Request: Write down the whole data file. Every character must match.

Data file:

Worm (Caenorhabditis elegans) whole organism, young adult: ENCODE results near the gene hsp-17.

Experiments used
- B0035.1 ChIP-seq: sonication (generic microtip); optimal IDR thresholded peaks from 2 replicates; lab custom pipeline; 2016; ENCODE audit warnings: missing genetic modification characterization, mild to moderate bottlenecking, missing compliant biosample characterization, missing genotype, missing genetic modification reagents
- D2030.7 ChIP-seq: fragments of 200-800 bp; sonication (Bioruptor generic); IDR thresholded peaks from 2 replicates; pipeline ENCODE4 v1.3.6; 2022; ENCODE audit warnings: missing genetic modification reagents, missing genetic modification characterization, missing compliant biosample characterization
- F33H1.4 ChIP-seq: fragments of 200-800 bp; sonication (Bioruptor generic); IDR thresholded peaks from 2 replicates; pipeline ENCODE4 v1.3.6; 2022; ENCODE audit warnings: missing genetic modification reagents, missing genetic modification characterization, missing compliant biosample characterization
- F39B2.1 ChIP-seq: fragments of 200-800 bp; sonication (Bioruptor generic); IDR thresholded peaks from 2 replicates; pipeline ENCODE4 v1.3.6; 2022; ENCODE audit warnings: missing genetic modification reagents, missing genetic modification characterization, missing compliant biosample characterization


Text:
Worm (Caenorhabditis elegans) whole organism, young adult: ENCODE results near the gene hsp-17.

Experiments used
- B0035.1 ChIP-seq: sonication (generic microtip); optimal IDR thresholded peaks from 2 replicates; lab custom pipeline; 2016; ENCODE audit warnings: missing genetic modification characterization, mild to moderate bottlenecking, missing compliant biosample characterization, missing genotype, missing genetic modification reagents
- D2030.7 ChIP-seq: fragments of 200-800 bp; sonication (Bioruptor generic); IDR thresholded peaks from 2 replicates; pipeline ENCODE4 v1.3.6; 2022; ENCODE audit warnings: missing genetic modification reagents, missing genetic modification characterization, missing compliant biosample characterization
- F33H1.4 ChIP-seq: fragments of 200-800 bp; sonication (Bioruptor generic); IDR thresholded peaks from 2 replicates; pipeline ENCODE4 v1.3.6; 2022; ENCODE audit warnings: missing genetic modification reagents, missing genetic modification characterization, missing compliant biosample characterization
- F39B2.1 ChIP-seq: fragments of 200-800 bp; sonication (Bioruptor generic); IDR thresholded peaks from 2 replicates; pipeline ENCODE4 v1.3.6; 2022; ENCODE audit warnings: missing genetic modification reagents, missing genetic modification characterization, missing compliant biosample characterization